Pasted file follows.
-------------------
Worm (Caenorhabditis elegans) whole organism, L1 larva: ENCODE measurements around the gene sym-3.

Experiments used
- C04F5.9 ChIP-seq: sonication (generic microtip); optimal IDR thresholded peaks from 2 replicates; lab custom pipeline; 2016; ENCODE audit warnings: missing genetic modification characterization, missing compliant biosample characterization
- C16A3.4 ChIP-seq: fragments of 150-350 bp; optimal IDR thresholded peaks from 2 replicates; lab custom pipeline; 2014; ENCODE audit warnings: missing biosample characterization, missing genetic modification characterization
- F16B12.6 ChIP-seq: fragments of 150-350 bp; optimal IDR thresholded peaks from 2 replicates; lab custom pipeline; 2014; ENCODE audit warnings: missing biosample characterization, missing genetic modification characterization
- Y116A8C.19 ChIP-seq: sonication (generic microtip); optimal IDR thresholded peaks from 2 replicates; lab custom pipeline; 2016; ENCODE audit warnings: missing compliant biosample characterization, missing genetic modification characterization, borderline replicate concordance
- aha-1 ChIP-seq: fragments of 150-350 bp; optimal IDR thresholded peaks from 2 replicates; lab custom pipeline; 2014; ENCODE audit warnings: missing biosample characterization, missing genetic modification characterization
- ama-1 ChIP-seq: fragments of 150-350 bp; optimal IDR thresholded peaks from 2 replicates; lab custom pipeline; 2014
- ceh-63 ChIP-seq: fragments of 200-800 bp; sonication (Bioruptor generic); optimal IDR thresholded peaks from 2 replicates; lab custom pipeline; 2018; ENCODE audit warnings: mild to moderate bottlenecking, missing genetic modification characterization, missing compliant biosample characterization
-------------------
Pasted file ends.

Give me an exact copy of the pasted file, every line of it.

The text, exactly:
Worm (Caenorhabditis elegans) whole organism, L1 larva: ENCODE measurements around the gene sym-3.

Experiments used
- C04F5.9 ChIP-seq: sonication (generic microtip); optimal IDR thresholded peaks from 2 replicates; lab custom pipeline; 2016; ENCODE audit warnings: missing genetic modification characterization, missing compliant biosample characterization
- C16A3.4 ChIP-seq: fragments of 150-350 bp; optimal IDR thresholded peaks from 2 replicates; lab custom pipeline; 2014; ENCODE audit warnings: missing biosample characterization, missing genetic modification characterization
- F16B12.6 ChIP-seq: fragments of 150-350 bp; optimal IDR thresholded peaks from 2 replicates; lab custom pipeline; 2014; ENCODE audit warnings: missing biosample characterization, missing genetic modification characterization
- Y116A8C.19 ChIP-seq: sonication (generic microtip); optimal IDR thresholded peaks from 2 replicates; lab custom pipeline; 2016; ENCODE audit warnings: missing compliant biosample characterization, missing genetic modification characterization, borderline replicate concordance
- aha-1 ChIP-seq: fragments of 150-350 bp; optimal IDR thresholded peaks from 2 replicates; lab custom pipeline; 2014; ENCODE audit warnings: missing biosample characterization, missing genetic modification characterization
- ama-1 ChIP-seq: fragments of 150-350 bp; optimal IDR thresholded peaks from 2 replicates; lab custom pipeline; 2014
- ceh-63 ChIP-seq: fragments of 200-800 bp; sonication (Bioruptor generic); optimal IDR thresholded peaks from 2 replicates; lab custom pipeline; 2018; ENCODE audit warnings: mild to moderate bottlenecking, missing genetic modification characterization, missing compliant biosample characterization